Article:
Inspired by Warriors
By Donald K. Boswell, WNED President and CEO
Donald K. Boswell, WNED President and CEO
Donald K. Boswell
I first heard about the warrior tradition when I sat down with Barry Brandon, who had recently joined the WNED board. We asked him if he had any program ideas that could be of national interest. Barry, who is Native American, told me to Google warrior tradition. I have been intrigued ever since.

Like most Americans, I didn’t know the history of service by Native Americans, other than the Code Talkers. I didn’t understand the true depth of their commitment, and I was inspired to learn more and bring the story to PBS audiences.

American Indians have proudly worn our nation’s uniform in every one of our conflicts. In fact, as early as 1778 our country enlisted the service of Native Americans, both as scouts and as light infantry. I have been anxious to tell the story of thousands of Native Americans who served in our country’s armed forces. Their military contributions and their sacrifices to help preserve American democracy deserves recognition.

Here are three stories that have particularly inspired me.

Tecumseh

Tecumseh
Tecumseh
Tecumseh was a warrior at age 15. He later became a leader with great power who could persuade large numbers of people to come together and seek a higher good. He believed in the joining of all Indians under a single nation. His charisma was enticing and he was able to gather many of the tribes together to negotiate for Indian land with the settlers. For this act he was known early on as the leader who desired peace. But the settlers could not be trusted to take only what was given to them, but would attempt to take even more. The settlers would attempt to drive the Indians from any land that they wanted and would resort to violence to get it.

Tecumseh organized the Indians in building a defense force to protect their land from those that would attempt to take it from them.

Following the destruction of Tippecanoe. Tecumseh and his warriors joined the forces with the British during the War of 1812 in hopes that they would return the land to the Indians if they won the war.

Tecumseh was the first Indian to serve at the rank of General in the British Army. Tecumseh fought as Brigadier General during the War and when the British were defeated and turned tailed to Canada, Tecumseh begged them not to give up the fight.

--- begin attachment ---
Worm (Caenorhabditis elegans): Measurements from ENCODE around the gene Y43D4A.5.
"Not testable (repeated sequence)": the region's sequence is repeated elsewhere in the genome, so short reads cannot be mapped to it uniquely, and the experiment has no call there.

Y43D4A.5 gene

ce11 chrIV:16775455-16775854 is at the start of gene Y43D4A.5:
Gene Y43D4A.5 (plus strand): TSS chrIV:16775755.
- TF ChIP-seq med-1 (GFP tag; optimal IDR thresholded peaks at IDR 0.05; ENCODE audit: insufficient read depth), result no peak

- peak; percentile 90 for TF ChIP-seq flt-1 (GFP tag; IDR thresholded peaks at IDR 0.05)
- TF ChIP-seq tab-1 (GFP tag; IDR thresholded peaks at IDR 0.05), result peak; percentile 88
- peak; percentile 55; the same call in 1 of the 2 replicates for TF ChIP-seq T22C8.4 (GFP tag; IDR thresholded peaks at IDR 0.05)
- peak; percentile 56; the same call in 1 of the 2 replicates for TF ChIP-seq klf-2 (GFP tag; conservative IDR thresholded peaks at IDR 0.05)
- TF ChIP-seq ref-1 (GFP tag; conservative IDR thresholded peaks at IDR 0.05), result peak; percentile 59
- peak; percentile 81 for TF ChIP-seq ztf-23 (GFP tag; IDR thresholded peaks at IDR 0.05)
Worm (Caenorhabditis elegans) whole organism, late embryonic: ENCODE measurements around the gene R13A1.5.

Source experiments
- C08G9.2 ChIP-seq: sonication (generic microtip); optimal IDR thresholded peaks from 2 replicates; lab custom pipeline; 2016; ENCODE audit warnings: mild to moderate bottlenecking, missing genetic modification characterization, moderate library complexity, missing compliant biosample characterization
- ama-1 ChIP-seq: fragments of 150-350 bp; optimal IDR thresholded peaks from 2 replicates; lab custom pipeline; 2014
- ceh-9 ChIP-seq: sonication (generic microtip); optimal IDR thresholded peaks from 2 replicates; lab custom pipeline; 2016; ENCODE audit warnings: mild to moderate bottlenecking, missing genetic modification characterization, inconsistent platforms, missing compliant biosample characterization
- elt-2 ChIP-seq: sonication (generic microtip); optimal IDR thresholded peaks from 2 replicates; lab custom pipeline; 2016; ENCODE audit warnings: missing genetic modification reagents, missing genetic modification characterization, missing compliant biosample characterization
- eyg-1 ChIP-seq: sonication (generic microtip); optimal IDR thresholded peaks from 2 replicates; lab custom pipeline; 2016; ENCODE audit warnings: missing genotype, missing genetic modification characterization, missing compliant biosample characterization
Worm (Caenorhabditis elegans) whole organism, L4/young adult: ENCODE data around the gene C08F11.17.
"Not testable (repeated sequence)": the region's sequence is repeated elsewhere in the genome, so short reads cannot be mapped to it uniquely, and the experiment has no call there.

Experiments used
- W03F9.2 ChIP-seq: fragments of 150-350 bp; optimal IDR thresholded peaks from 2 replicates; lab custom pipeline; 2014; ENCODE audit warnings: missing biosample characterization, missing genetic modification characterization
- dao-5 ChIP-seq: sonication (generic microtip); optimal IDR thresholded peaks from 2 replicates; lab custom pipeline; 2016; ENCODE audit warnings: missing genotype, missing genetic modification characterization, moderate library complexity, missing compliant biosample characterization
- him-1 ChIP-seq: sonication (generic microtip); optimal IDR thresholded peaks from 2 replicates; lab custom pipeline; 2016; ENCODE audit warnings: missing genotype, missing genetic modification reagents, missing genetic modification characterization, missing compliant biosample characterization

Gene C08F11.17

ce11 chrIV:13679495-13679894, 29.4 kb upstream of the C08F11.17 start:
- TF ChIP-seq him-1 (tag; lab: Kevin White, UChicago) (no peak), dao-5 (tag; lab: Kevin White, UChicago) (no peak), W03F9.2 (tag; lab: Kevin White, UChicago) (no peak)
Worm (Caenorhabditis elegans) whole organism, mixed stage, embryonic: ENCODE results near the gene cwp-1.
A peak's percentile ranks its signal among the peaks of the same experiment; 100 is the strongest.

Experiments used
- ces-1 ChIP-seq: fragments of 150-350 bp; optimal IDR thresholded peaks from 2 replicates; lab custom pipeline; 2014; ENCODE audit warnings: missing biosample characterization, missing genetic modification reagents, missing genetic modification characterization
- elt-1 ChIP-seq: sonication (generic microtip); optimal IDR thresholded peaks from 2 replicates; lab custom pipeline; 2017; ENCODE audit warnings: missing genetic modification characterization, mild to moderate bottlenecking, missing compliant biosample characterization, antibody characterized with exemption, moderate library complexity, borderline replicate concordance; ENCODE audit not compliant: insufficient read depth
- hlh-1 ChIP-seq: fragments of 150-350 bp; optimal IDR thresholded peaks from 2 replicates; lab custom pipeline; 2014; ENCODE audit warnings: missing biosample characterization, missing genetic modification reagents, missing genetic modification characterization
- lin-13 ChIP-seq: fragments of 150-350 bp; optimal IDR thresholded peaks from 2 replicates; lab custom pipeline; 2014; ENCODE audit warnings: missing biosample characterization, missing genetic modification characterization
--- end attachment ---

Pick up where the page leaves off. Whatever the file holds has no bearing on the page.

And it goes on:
At the start of the Battle of the Thames in 1813, the British retreated and left the Indians to fight on their own. Having no aid from the British and against all odds Tecumseh and his men decided to fight the Americans.

Tecumseh died in the battle at Chatham, Ontario. His death ended the dream of a unified Indian Nation.

In the Royal Canadian Military Institute, there is a large portrait of Tecumseh which was unveiled in 2008. He is ranked as number 37 on the list of Greatest Canadians.

The United States Naval Academy in Annapolis, Maryland has a court named after Tecumseh in front of Bancroft Hall. Within, there is a bust of Tecumseh.

Even though he was declared an enemy of the United States, his courage and honor to protect the land and his people against all odds resonates with the United States military and is why he is respected as a model for our military students. Protect the land and the people of America.

Sgt. Poolaw

Sgt. Pascal Poolaw
Sgt. Pascal Poolaw
The nation’s most distinguished Native American was Sgt. Pascal Poolaw. A veteran of three wars-World War II, Korea, and Vietnam. Sgt. Poolaw is acclaimed as America’s most decorated “warrior in uniform.” He earned 42 medals, badges, citations, and campaign ribbons for combat service and for valor, including three Silver Stars, five Bronze Stars, three Purple Hearts (one in each war), three Army Commendation Medals, and the Distinguished Service Cross. He was also nominated for the Medal of Honor.